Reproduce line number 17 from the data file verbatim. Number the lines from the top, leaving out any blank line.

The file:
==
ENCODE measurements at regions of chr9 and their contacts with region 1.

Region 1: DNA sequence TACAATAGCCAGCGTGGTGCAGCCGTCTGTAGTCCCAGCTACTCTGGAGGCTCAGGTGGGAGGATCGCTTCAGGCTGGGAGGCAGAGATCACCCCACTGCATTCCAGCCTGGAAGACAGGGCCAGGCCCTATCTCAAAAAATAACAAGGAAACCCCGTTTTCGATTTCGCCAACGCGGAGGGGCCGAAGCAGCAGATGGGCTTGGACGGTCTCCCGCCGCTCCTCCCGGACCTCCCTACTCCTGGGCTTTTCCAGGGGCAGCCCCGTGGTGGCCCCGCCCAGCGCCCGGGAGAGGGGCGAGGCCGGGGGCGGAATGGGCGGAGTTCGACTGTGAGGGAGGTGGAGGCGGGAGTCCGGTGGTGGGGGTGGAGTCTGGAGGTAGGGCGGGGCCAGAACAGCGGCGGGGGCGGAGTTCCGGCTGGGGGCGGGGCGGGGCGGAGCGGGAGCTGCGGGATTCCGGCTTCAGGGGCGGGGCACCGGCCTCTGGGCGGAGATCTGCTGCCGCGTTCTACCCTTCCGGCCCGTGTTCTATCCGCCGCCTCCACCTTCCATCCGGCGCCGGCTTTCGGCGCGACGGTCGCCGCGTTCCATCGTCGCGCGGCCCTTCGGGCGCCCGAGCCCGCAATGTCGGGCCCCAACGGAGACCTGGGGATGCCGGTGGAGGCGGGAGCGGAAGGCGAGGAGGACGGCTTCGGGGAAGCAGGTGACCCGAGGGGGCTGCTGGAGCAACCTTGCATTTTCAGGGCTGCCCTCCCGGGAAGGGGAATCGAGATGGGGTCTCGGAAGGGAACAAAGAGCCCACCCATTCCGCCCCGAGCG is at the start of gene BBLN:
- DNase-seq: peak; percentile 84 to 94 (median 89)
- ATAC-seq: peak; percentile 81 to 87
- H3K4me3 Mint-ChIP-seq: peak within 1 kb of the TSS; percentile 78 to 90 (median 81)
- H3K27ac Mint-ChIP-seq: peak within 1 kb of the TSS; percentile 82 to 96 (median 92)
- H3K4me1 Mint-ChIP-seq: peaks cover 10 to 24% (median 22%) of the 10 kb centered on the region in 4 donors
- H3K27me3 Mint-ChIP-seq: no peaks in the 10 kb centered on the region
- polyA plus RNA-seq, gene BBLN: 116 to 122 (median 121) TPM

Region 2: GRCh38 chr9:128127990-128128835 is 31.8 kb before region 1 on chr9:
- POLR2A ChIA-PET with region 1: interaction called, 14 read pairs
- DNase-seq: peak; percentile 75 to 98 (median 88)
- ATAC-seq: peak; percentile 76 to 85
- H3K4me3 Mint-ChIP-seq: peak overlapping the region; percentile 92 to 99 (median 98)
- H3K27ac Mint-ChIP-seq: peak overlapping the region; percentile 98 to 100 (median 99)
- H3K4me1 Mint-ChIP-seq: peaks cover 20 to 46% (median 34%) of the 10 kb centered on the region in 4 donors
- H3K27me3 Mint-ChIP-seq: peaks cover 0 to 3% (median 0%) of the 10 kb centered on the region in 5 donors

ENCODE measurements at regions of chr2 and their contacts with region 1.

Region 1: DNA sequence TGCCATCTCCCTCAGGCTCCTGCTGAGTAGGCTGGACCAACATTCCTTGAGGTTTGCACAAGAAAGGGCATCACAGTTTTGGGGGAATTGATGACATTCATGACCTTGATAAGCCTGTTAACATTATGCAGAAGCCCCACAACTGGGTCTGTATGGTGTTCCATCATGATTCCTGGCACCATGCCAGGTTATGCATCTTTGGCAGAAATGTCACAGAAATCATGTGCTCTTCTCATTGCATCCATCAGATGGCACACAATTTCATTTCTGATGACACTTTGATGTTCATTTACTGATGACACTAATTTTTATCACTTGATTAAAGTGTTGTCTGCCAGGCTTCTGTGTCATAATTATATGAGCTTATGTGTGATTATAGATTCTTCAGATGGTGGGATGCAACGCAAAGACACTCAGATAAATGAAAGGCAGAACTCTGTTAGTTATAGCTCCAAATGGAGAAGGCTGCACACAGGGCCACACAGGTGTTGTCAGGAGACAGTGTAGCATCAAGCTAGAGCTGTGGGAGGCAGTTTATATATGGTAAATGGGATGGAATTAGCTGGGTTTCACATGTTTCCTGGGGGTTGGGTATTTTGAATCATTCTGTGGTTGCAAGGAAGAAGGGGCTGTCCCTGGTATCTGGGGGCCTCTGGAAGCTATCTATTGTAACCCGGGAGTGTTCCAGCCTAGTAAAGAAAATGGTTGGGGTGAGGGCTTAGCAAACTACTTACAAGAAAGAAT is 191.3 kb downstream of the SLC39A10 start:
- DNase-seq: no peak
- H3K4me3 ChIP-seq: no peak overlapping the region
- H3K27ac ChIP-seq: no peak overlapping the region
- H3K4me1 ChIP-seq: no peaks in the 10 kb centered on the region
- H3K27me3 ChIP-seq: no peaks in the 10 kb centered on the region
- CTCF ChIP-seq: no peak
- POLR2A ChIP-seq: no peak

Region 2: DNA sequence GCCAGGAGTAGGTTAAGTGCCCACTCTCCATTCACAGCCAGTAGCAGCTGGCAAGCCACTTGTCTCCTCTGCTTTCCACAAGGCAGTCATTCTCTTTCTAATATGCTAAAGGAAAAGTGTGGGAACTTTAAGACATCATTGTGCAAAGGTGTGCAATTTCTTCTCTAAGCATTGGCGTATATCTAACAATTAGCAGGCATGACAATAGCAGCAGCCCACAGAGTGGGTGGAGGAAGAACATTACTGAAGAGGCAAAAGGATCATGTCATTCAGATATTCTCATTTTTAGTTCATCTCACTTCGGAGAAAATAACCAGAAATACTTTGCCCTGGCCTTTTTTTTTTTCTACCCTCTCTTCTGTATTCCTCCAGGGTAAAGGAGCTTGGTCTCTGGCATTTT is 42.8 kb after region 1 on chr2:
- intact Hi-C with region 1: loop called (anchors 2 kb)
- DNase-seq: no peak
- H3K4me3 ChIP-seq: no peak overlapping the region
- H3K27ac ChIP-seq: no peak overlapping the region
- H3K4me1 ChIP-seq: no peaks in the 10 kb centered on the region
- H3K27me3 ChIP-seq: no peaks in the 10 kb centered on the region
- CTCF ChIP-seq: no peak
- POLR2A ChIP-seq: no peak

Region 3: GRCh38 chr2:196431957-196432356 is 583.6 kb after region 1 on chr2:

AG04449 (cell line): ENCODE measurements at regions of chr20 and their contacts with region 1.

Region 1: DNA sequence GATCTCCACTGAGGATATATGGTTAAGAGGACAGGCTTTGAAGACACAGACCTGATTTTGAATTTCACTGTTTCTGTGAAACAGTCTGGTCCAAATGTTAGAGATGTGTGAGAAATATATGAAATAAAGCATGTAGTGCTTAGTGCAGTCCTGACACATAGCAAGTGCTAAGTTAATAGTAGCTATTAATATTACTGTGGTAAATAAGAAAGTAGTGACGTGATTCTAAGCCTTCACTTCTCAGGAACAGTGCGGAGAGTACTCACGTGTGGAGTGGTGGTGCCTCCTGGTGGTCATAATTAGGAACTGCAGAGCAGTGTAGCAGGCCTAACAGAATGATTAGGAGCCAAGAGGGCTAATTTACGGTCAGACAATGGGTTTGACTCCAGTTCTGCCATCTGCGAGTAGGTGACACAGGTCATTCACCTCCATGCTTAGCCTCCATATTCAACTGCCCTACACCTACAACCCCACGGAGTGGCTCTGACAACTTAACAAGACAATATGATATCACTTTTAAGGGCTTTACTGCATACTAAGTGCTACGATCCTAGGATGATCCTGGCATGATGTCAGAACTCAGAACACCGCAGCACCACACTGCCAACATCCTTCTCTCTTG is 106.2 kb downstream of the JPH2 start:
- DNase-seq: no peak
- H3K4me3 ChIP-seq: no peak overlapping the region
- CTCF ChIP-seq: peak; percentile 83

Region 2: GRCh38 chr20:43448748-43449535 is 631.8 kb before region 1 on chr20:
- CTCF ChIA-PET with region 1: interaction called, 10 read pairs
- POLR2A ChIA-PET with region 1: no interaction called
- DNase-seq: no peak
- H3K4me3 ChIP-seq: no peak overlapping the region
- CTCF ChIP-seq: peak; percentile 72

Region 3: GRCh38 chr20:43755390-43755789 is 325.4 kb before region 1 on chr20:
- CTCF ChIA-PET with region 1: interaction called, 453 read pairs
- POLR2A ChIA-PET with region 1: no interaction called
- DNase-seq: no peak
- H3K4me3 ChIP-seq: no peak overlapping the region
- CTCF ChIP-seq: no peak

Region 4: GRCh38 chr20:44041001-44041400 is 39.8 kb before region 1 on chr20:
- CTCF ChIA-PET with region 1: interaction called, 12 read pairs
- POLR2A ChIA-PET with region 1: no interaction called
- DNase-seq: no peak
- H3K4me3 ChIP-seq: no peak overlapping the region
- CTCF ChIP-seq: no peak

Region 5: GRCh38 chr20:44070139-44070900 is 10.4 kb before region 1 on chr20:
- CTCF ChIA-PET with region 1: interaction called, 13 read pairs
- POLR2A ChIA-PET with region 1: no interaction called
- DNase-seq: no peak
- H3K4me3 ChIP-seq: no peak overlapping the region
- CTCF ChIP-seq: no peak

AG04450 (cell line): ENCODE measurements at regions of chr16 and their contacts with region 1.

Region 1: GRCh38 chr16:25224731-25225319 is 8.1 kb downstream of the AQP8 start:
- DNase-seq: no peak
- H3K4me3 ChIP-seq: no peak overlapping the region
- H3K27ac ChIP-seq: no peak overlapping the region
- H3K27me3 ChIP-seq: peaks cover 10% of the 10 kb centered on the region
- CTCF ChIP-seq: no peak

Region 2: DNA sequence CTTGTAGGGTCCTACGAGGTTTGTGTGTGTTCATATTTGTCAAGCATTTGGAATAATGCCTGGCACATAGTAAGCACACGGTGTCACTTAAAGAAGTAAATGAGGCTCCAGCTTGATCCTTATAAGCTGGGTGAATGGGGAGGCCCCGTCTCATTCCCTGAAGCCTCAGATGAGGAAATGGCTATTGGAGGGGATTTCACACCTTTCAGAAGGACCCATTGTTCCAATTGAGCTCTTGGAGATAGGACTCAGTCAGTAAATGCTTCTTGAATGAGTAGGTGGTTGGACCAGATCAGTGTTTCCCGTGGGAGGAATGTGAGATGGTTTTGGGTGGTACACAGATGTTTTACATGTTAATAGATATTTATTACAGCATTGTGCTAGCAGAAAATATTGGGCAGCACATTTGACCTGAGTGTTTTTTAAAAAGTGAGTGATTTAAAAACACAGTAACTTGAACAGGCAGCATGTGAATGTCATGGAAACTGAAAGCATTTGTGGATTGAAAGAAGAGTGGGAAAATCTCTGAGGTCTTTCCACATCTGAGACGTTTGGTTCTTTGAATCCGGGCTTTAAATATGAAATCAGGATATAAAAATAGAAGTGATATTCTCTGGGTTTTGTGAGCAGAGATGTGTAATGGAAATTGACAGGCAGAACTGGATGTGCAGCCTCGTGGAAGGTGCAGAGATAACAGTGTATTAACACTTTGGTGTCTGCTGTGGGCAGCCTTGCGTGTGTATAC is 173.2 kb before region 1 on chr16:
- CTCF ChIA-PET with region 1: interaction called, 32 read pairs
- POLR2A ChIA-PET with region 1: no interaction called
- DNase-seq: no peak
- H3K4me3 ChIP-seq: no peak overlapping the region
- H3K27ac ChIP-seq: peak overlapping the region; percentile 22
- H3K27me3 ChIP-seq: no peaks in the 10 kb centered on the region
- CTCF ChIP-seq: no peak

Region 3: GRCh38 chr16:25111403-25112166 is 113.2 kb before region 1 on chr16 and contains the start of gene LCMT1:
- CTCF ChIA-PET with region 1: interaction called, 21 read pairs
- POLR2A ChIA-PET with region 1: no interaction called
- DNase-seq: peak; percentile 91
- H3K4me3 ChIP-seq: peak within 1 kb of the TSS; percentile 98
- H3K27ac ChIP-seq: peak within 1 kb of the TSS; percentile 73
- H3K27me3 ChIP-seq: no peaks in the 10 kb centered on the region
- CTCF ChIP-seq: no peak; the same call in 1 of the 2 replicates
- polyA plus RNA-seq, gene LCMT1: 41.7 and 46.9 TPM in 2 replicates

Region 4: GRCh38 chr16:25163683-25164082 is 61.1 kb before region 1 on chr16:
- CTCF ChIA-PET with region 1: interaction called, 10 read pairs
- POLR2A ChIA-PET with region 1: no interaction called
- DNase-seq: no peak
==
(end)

- H3K27me3 Mint-ChIP-seq: peaks cover 0 to 3% (median 0%) of the 10 kb centered on the region in 5 donors